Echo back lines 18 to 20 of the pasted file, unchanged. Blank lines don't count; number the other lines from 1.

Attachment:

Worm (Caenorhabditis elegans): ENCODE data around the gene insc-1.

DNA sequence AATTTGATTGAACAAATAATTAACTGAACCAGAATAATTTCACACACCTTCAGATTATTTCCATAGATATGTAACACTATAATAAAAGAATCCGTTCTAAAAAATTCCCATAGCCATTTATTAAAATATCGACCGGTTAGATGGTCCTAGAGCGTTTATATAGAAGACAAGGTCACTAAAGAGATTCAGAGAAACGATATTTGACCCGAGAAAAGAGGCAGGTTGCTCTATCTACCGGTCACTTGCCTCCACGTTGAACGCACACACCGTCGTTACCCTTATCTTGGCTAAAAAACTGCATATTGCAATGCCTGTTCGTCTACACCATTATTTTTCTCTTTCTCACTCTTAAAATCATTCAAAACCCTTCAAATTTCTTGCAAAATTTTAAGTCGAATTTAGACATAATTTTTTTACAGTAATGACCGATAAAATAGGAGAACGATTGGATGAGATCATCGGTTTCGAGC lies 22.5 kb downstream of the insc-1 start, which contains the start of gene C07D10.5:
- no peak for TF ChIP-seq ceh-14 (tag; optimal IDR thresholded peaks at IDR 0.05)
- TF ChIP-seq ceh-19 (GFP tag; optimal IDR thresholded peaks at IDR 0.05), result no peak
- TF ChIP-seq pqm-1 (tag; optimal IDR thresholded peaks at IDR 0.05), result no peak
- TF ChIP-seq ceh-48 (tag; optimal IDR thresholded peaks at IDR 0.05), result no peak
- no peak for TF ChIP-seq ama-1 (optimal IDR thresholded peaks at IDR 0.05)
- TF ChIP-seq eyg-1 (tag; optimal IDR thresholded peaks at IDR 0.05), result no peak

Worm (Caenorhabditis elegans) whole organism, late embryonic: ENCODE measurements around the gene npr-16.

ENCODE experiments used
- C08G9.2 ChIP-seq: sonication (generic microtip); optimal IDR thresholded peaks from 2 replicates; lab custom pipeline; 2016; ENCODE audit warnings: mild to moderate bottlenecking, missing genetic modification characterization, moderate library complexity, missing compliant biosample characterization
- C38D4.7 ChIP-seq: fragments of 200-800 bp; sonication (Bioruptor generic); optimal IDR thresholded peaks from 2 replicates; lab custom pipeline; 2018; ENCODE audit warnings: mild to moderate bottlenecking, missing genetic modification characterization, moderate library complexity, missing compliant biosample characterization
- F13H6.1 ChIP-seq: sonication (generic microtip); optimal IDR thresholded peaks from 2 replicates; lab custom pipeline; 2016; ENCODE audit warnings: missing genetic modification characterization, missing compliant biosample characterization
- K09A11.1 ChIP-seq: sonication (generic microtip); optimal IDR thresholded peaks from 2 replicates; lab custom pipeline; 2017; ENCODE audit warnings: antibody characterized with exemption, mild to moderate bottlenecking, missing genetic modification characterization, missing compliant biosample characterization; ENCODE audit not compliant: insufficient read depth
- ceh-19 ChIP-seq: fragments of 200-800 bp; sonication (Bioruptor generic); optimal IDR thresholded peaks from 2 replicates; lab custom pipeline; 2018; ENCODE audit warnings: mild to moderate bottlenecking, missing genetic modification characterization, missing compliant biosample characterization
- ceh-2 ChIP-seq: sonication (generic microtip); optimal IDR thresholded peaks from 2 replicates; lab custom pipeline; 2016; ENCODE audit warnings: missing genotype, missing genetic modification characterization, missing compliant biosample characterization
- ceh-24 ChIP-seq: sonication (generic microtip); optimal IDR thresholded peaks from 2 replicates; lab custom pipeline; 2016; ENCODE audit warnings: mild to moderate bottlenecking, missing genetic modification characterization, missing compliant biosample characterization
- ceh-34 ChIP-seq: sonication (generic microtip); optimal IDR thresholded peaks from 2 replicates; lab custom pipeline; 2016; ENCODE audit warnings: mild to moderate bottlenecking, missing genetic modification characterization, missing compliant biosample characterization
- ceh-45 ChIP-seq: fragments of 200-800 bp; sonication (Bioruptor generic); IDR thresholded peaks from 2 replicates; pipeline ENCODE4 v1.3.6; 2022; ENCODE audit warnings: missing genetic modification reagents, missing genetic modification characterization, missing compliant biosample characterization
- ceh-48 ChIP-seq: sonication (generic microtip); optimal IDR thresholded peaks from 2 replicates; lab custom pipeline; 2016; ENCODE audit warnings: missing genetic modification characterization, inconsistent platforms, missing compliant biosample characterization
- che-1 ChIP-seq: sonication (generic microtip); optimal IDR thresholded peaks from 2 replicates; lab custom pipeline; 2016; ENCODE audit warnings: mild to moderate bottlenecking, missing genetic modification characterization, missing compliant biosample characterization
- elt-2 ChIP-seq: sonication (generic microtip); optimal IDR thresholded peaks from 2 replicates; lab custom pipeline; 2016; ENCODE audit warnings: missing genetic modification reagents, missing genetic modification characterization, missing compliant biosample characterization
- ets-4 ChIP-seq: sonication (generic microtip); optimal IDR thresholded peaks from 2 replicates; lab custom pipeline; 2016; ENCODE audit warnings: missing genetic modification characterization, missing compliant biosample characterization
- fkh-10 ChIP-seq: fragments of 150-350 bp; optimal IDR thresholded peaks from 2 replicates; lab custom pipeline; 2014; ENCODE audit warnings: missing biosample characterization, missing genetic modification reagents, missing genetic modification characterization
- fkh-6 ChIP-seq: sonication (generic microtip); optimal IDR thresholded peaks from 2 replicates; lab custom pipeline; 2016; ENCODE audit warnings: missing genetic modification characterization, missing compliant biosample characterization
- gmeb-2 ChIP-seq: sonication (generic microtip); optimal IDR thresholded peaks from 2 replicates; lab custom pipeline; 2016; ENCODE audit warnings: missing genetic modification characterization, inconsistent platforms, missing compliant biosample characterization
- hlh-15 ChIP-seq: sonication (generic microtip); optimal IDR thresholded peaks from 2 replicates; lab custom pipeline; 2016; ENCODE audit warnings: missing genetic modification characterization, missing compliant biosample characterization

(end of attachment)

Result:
- ceh-34 ChIP-seq: sonication (generic microtip); optimal IDR thresholded peaks from 2 replicates; lab custom pipeline; 2016; ENCODE audit warnings: mild to moderate bottlenecking, missing genetic modification characterization, missing compliant biosample characterization
- ceh-45 ChIP-seq: fragments of 200-800 bp; sonication (Bioruptor generic); IDR thresholded peaks from 2 replicates; pipeline ENCODE4 v1.3.6; 2022; ENCODE audit warnings: missing genetic modification reagents, missing genetic modification characterization, missing compliant biosample characterization
- ceh-48 ChIP-seq: sonication (generic microtip); optimal IDR thresholded peaks from 2 replicates; lab custom pipeline; 2016; ENCODE audit warnings: missing genetic modification characterization, inconsistent platforms, missing compliant biosample characterization